Doing The Best She Can
I’m not a mother, but if I were, I’d be bobbing and weaving to avoid getting caught in the the crossfire of current opinion about how to raise kids. I woke up this morning to two bits of mothering news: first, the National Zoo just introduced four new cheetah cubs to the public and second, the American Academy of Pediatrics is telling new moms to breastfeed ONLY for the first six months. In her first week of press appearances, Tumai, the cheetah mother, already faces criticism for her parenting techniques and the AAP says breast milk can decrease a myriad of maladies from obesity to sudden infant death syndrome.
The breastfeeding issue struck a nerve. Neither my brother nor myself were breastfed and we are as healthy as horses. When my brother’s wife recently gave birth, the baby just didn’t want to cooperate with the whole nursing process and he wasn’t gaining weight. When his mom switched to formula, life got better for everybody and now, at two months’ old, he’s as big as a Patriots linebacker and his mom is smiling and rested. Tell me how that’s not good for the whole family.
But let’s say she WAS nursing her baby. Her hard-won maternity leave ends after 12 weeks. How many members of the AAP have used a breast pump at the office? Or had to watch out for embarrassing spots on their blouse in the middle of a client meeting? And since the AAP says there should be NO other liquids (juice, water) for baby, mom better keep the supply line stocked for the caregiver who feeds the baby while she works. In my parenting world, my sister-in-law is holding down two demanding full-time jobs and she deserves a pass on nursing if she needs it.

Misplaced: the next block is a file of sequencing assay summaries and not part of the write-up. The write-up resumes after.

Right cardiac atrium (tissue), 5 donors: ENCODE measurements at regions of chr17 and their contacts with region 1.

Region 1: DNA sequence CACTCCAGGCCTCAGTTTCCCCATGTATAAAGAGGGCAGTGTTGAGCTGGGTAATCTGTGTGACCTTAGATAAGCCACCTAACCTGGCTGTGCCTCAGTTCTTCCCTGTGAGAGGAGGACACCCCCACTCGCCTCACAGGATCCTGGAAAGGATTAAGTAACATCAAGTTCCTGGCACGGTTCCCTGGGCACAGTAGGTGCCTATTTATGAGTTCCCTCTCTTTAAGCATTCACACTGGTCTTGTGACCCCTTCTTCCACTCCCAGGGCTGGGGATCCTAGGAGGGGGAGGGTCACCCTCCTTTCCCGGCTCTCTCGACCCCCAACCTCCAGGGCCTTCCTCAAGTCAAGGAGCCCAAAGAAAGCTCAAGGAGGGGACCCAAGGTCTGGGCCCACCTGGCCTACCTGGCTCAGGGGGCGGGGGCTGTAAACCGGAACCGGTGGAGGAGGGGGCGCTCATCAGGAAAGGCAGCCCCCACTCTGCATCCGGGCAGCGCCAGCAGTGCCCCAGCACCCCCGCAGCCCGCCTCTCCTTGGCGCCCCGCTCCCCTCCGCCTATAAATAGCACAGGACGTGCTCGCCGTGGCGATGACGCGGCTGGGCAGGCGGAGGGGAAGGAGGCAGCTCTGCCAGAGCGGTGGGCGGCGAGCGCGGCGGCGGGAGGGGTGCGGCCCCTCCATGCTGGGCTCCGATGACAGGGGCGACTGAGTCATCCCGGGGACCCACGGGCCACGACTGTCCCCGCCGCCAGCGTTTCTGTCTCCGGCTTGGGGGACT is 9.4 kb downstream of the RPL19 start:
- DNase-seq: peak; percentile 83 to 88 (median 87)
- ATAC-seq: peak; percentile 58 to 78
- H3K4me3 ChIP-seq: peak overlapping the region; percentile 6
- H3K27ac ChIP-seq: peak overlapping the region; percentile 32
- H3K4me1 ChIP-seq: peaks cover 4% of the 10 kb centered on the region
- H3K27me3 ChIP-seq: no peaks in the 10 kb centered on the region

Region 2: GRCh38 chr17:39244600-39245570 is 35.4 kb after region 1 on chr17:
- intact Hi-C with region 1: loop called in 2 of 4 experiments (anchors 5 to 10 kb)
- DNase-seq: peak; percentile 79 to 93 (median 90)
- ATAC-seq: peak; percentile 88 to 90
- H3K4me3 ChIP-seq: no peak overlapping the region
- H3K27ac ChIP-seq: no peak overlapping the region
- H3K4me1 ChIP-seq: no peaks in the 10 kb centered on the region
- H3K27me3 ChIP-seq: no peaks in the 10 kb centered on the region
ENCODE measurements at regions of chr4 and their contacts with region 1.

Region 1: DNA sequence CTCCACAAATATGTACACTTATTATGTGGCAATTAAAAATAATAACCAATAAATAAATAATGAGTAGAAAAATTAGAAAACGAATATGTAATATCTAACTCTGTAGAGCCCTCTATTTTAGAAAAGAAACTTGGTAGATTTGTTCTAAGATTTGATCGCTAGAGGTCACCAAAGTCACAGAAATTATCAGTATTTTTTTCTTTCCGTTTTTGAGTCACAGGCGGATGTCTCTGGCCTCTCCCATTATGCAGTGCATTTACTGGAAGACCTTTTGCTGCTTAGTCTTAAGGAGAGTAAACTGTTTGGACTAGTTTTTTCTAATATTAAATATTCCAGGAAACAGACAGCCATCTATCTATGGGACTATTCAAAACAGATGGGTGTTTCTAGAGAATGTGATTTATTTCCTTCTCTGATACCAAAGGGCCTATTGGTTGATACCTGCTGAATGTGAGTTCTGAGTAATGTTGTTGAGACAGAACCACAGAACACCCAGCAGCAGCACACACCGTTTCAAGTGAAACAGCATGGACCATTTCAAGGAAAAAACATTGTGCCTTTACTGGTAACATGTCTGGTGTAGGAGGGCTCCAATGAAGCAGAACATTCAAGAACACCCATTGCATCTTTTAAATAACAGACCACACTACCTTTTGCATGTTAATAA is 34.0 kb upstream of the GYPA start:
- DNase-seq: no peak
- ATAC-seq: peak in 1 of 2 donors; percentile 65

It’s not easy being a cheetah mom either. Today Show host Lester Holt, in an interview with Craig Saffoe, head cheetah keeper at the National Zoo, asked Saffoe if it was true that cheetahs are not good mothers (Katie Couric added that they “eat their young”). Saffoe admitted that early parenting can be rough, especially if the mom is surrounded by too much noise or disruption. Any mom who has suffered sleep deprivation understands Tumai’s pain. Luckily, Saffoe and his team are wise enough to “basically let her dictate what goes on in any aspect of raising the kids.” After all, Saffoe said, “any mother with new babies can appreciate that sometimes they get on your nerves.”
Holt and Couric were probably not aware of the fact that most female cheetahs with children are single moms. While the men travel in groups, females are nomadic, chasing packs of gazelles to make sure the kids get a balanced meal. To avoid leaving their cubs behind, cheetah moms must also relocate their kids almost daily. And if pickings are slim enough, she may be forced to be gone for up to 48 hours, leaving her babies vulnerable to attack. Even cheetahs have a helluva time finding adequate day care.
But Tumai should take heart. I found some advice for single moms from Dr. James Dobson on his “Focus on the Family” website. Dobson claims that God has a special tenderness for fatherless children and their mothers. “Until a good man comes along,” Dobson explains, “you as a single mother must make an all-out effort to find a father-substitute for your boys.” While they are in captivity, Tamai’s male cubs can probably count on Saffoe to help out, but eventually the new cubs will be shipped off to other zoos so they can father more carnivoires, no doubt traveling in packs while the cheetah moms take on the parenting duties alone. Some things never change.
With all the good parenting advice out there, the AAP might consider lobbying for policies that would support a woman who wants to follow their guidelines to ensure that their baby stays healthy. Paid maternity leave, affordable medical insurance, and flexible work schedules would make a great starting point for the AAP to begin. Recommendations are fine, but it’s going to take more “big picture” thinking to make them a reality for all new moms. Until that happens, give mom a break, will ya’?